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Sn 3 - Ep 6

A CRITIQUE OF SPECTACULAR CRITICISM
by
Douglas Spencer
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The term “spectacle” is supposed to be among the sharpest weapons in our armory of architectural critique. Through its invocation, “starchitects” are cut down to size. Their works are pilloried as “iconic,” lamented as signs indicating the depths to which architecture has sunk. “Spectacle” is itself, though, as one-dimensional as the architecture it targets. An impoverishment of theory captured in the magic circle of appearances it claims to see through, spectacle stands in the way of effectively accounting for architecture as an instrument of and for capital.

Though now well worn, the problem is not with the overuse or the corruption of a once radical term but with its very essence. Spectacle, the legacy of the Situationist International and Guy Debord’s 1967 The Society of the Spectacle, was conceived as an advance on Marx’s critique of the commodity and its fetishization. The opening line of Debord’s infamous work paraphrases that of Capital:

Marx: “The wealth of societies in which the capitalist mode of production prevails presents itself as an immense accumulation of commodities.” [1]

Debord: “In societies where modern conditions of production prevail, all of life presents itself as an immense accumulation of spectacles. Everything that was directly lived has moved away into representation.” [2]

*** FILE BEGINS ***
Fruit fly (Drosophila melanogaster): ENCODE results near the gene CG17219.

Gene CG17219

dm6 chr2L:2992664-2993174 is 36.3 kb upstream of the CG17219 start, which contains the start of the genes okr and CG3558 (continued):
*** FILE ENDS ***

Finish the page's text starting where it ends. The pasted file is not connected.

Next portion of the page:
Something significant happens in Debord’s second line. There is nothing like it in Marx. Marx knows the difference between how capitalism presents itself and what capitalism is. Capitalism is, among other things, the enclosure of the commons, the legislation against the poor, the exploitation of labor, the factory system of production, and, most of all, the relentless accumulation of wealth. An “immense accumulation of commodities” is only the outward appearance capitalism has chosen for itself. Life has not “moved away” into its mode of presentation for Marx. Yet it has for Debord: capitalism is spectacle. “The spectacle,” writes Debord, “is capital accumulated to the point that it becomes images.” [3] As a perspicacious Gilles Dauvé noted in 1977, Debord’s writing “gives the impression of a fundamental analysis, when in fact the method, and the subject being studied, remain always at the level of social appearances.” [4]

Architectural criticism will remain similarly stuck at the level of appearance so long as it continues to invoke “spectacle.” This is fine, of course, for a practice of liberal architectural criticism concerned with the discipline tarnishing its once honorable credentials in vulgar shows of display ­– or for those wanting to strike a readymade radical pose – but it is hardly the class critique once envisioned by Manfredo Tafuri. For that, the task is more demanding. It involves accounting for practices of resource extraction, financing, and procurement; recognizing the labor of architectural design and construction; and analyzing how its end product is designed to realize value, mobilize bodies, and shape mentalities. It involves the patient and persistent work of coming to terms with the relation between the image architecture presents of capital and that of how and what it produces for capital.

NOTES 🚘🏀🐤🍏🌎🍇

[1] Karl Marx, Capital: A Critique of Political Economy, Volume 1, trans. Ben Fowkes (London: Penguin, 1976), 125.

[2] Guy Debord, Society of the Spectacle, trans. Ken Knabb (Detroit: Black & Red Books, 1977), 7.

[3] Debord, Society of the Spectacle, 17.
 
[4] Gilles Dauvé, “Critique of the Situationist International,” Red Eye, no. 1 (1979): 
https://libcom.org/library/critique-situationist-international-gilles-dauve.
 
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